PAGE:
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December 20, 2016 at 3:10 pm

I am starting out at this business and would appreciate some help with where my set up is and what else I need. I have various mics and currently using a condenser mic (MXL V63M)  with phantom power that heads to the back of the desktop.

Previous mic use was for a radio show that was recorded from home via a phone line and a ‘magic box’ that took both phone lines in, separated them and recorded in stereo. I did a few commercials for the show/station too.

What I don’t have right now is a designated recording space – just the study. The main issue, I suspect will be insulation and I came across a simple desktop thing on Amazon Axcessables Isolation Shield.

I read somewhere that a good way to isolate was to put the mic in a different room to the computer – sounds great but how do you start/stop the recordings when you are in another room??????

Any thoughts as to if the mic is suitable and how you absorb random noise would be appreciated.



December 23, 2016 at 5:05 am

Hi, Kate.  Congratulations on your start-up.  I’m sure everyone has opinions and reviews of microphones, there are certainly a plethora of them to choose from.  I’d say the MXL V63M mic is a good a place as any to start, from what I’ve read it’s a good mic for those on a budget.

Yeah, computer noise is an issue.  I solved mine by moving the computer into the room right outside my studio.  Everything else is in the studio with the mic – keyboard, mouse, monitor screen, monitor-speakers.  It made a huge difference, and I can start/stop recording at the mic, read copy from the screen, and do my editing all in the same room

The other things is making the room as sound-dead as you can.  Until you can create a more dedicated studio space, the isolation shield is a good start for absorbing horizontal echoes, but don’t forget echoes from your desk and ceiling – use something like carpeting on the desk and either acoustic panels on the ceiling, or an improvised “roof” for the iso shield, like some foamboard with acoustic foam stapled to it and laid on top of the iso shield so it forms like a baseball back stop that curves back toward you like a roof overhang.

However, as soon as you can dedicate a full-time space for the studio, invest in some good-quality acoustic foam to line the walls, along with some bass traps for the corners.

The computer noise and echo absorption are your first priorities here.  Get those problems licked early, and you’ll be making strides in no time.  Take care, and best of luck on your VO career!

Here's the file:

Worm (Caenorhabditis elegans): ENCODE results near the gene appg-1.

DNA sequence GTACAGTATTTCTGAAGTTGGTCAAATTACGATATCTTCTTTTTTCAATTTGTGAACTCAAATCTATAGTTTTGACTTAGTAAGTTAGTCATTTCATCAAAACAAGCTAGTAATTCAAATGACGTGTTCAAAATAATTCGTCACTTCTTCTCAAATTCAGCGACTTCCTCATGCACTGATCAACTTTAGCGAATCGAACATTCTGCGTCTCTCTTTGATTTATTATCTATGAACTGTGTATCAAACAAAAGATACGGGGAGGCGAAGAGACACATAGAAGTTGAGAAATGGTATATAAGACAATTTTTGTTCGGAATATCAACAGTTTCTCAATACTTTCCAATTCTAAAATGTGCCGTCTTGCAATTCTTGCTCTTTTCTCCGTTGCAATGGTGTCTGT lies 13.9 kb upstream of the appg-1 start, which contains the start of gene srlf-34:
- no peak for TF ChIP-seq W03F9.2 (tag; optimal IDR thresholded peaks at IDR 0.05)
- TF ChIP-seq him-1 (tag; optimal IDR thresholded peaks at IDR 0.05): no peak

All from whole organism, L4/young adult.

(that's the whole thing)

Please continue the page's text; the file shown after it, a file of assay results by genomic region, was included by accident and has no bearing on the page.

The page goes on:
Joe “Zunardo” Jankowski

  • This reply was modified 7 months, 3 weeks ago by Avatar of Joe Jankowski Joe Jankowski.

December 29, 2016 at 1:32 am

Hi Kate.  I thought I’d reply just to share my setup with you.  I record in our walk-in closet. It really deadens  the sounds and makes for a great quality recording.  I keep my computer right outside the door. I hit record then shut the door. I’m running Adobe Audition on a Macbook. The Macbook is quieter than a pc but it when the fan starts whirring, its noticable on the recording.

Best of Luck!


January 3, 2017 at 9:39 pm

Thanks for the input guys – I did read somewhere that folks are doing successful voice over auditions from ipads/iphones – is that really a good option? Seems atmospheric contamination from the mobile unit would be an issue not to mention mediocre sound system. What are your thoughts on that?

January 3, 2017 at 10:02 pm


I’ll defer to others who have used iPad as their computing device – from what I understand, many voice actors use one in their studio.   I’m not familiar with Apple audio recording apps, plus I think you would need a USB mic or mic converter to go into the iPad, which would reduce the audio quality to a degree, but it could certainly be within tolerance – and it also depends on the talent and how well they edit.  I would think the iPad would be much quieter, but you wouldn’t have as much room for file storage.

Successful auditions using an iPhone?  Possibly, but probably not often, IMHO.  If it’s all you have at the time, or if you’re a known quantity and have to give a brief sample for a client, just enough for them to get a sense of your voice, sure.  But I certainly wouldn’t want to use one as my full-time recording platform unless I absolutely had no other option.  I’m not sure how much tweaking, EQ’ing or editing you could do with an iPhone, but if you’re in an echo-free room with a good-quality mic, you could probably get do some acceptable work in a pinch.  Just hope the CB’ers don’t break in on your take!

I was at the Midwestern Voiceover conference in Columbus this past May.  Joe Cipriano, the voice of Fox and CBS network promos, was one of the keynote speakers, and he showed us how he did his evening promos while on the road his first day in Columbus.  He arrived too late to locate an open studio locally, and ended up recording his promos on a USB mic connected to his laptop – in the passenger seat of a car – in the pouring rain!  His driver found a closed gas station with an overhang, parked it there so the rain wouldn’t hit the car roof, and he proceeded to nail his nightly performance there.

Joe showed us photos of him doing this, then played the final edited promo back so we could hear.  It was amazing. When the network called him to ask where he was, he told them “I’m in my studio!”, which was true at that moment.  Not for everyone, of course, but Joe Cip is a pro through and through.

January 4, 2017 at 3:56 pm


To piggy-back on my last “tl; dnr” post, and to further answer your question about recording VO on an iPhone, I’m posting a link to a story about Joe Cipriano and how he can record on a moment’s notice anywhere using his iPhone with Apple GarageBand software and an Apogee MiC, and get acceptable results – enjoy: